“We were sitting there drinking and having fun, and a couple of guys in military uniform came up to us and said they had just come to the show, and it was the first opera they had ever seen, and they loved it,” he said. “They actually came back to both performances in Fort Worth.”
The production also uses video projection creatively.
“My character, Horstmayer, is Jewish and there’s a funny line when a Scottish soldier comes up to me and says, ‘Well, this may turn out to be the most memorable Christmas of your life.’ And my response is, ‘In my life, it’s the only Christmas,’” he said.
“At the end of the opera, one of the last things you see is the Germans being sent off to the Russian front. As they walk off the stage, you see a projection of a train, and it’s the train that takes them to the front, but it also alludes to the trains that are coming for Horstmayer and his family in about 30 years.”
Sandler wants to make “Silent Night” as accessible to the community as possible because she thinks audiences will be profoundly moved by the opera. To that end, she will moderate a free panel discussion the day before the opera at 6:30 p.m. at the Muriel Kauffman Theatre. The panel will include cast members, the composer and librettist and a World War I scholar. And “Joyeux Noël” will be screened for free at 3 p.m. Sunday at the National World War I Museum.
“I’ve never really done an opera before where I knew the audience was going to cry,” Irvin said. “I don’t want any empty seats in the house because every empty seat is a person who could’ve seen the show. ‘Silent Night’ is all of the things that I think a great opera should be.”
Patrick Neas is program director for RadioBach.com. You can reach him at email@example.com.
Timothy McDonald will lead Musica Sacra in music by William Byrd, William Boyce and Wolfgang Amadeus Mozart Saturday night at St. Francis Xavier Church.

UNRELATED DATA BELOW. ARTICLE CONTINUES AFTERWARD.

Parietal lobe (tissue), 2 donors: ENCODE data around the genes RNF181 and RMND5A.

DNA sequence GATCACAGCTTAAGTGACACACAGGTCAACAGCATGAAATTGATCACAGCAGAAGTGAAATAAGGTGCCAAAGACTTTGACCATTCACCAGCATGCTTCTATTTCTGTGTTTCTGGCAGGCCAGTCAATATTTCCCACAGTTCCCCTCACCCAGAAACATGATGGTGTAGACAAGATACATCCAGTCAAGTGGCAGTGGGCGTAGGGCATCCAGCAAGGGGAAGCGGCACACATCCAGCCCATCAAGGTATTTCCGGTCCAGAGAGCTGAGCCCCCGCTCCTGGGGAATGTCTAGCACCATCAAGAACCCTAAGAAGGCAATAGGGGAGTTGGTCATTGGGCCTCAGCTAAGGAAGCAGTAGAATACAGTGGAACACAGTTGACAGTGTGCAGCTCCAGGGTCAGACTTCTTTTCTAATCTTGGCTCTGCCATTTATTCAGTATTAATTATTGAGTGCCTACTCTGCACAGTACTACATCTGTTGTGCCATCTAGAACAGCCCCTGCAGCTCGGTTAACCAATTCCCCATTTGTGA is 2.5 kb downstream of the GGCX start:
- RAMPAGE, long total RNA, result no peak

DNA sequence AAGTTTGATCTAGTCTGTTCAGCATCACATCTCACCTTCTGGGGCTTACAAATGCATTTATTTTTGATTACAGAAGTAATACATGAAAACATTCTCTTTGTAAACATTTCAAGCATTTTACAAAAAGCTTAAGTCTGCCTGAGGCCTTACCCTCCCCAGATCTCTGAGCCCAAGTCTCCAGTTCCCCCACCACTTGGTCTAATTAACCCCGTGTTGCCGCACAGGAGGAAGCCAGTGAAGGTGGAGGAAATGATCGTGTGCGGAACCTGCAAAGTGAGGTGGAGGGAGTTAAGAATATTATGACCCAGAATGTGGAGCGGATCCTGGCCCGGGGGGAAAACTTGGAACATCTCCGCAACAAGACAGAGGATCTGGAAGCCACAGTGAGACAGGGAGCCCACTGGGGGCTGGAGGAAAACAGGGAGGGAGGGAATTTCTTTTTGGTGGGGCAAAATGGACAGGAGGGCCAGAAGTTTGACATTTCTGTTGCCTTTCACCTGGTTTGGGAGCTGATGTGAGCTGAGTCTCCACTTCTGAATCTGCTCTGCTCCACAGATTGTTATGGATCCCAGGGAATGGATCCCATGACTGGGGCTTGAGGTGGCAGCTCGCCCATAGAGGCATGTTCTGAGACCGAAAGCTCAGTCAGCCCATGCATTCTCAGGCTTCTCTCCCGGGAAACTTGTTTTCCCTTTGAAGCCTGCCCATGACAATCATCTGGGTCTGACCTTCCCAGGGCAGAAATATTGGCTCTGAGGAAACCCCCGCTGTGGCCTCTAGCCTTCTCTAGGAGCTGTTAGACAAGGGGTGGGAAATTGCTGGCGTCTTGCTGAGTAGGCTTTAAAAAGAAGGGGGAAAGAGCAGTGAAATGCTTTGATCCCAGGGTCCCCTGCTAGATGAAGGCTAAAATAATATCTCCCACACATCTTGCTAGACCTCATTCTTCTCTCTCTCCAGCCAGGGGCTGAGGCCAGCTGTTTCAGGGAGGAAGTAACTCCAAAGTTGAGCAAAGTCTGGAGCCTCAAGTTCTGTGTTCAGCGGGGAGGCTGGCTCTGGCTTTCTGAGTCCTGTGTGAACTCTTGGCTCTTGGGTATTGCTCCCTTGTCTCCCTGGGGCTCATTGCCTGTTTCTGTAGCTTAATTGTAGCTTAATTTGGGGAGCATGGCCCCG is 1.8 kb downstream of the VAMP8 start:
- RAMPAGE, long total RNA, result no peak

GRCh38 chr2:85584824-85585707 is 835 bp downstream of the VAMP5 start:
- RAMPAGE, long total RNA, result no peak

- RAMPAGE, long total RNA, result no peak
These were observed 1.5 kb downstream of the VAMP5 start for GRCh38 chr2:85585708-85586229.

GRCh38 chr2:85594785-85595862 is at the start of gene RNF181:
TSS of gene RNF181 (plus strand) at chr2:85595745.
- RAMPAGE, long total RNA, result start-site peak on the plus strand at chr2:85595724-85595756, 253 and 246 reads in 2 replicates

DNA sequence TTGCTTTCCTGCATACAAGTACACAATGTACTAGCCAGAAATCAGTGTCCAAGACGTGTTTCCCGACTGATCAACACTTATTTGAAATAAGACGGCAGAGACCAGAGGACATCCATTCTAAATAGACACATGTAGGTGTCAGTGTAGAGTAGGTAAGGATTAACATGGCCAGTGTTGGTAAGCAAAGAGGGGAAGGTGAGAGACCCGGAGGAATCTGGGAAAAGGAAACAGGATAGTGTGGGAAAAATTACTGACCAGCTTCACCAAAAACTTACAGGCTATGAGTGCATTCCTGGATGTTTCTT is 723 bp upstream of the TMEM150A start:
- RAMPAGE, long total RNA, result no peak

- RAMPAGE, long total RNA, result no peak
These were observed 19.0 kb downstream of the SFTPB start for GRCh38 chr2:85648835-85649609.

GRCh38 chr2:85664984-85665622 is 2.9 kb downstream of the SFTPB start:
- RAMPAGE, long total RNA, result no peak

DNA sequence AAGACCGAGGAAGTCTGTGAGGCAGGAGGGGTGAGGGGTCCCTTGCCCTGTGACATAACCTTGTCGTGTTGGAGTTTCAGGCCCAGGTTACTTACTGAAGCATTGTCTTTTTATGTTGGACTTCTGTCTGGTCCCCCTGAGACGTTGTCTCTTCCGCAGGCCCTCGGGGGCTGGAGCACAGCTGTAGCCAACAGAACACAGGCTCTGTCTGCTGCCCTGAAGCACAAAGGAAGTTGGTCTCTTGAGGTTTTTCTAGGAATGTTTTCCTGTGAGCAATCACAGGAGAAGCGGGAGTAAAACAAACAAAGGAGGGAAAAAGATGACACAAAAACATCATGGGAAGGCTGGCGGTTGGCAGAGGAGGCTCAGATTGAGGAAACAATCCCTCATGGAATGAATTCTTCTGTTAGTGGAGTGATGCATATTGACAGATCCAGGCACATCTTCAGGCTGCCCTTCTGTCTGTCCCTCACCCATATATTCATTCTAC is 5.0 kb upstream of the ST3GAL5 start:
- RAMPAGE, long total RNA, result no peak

Byrd was one of the greatest composers of the Elizabethan era, and Musica Sacra will perform several of his soaring motets. Boyce is a composer whose works should be much better known, and his Jubilate Deo and Lenten anthems should be a great introduction to his distinctive British sound. Musica Sacra has a way with Mozart, so one can expect his Missa Brevis, KV. 49 to sound pretty glorious in the resonant St. Francis Xavier acoustics.
Heritage Philharmonic: Music of Russia
James Murray will conduct the Heritage Philharmonic in “Music of Russia” Saturday night at Blue Springs High School. Murray has chosen music that is very evocative of 19th century Russia, and they’re works that don’t show up on concert programs all that often.
The Symphony No. 2 by Alexander Borodin is a richly melodic work that should appeal to those who love the composer’s Polovtsian Dances. Anatol Liadov’s “Eight Russian Folk Songs” are colorful orchestrations of songs ranging from the comic to sublimely spiritual. Cellist Susie Yang will be the soloist for Peter Ilyich Tchaikovsky’s “Variations on a Rococo Theme.” Written in a Mozartean style, the variations combine 18th century, classical elegance with lush Russian romanticism.
7:30 p.m. Saturday. Blue Springs High School, 2000 N.W. Ashton Drive, Blue Springs. Free. heritagephilharmonic.org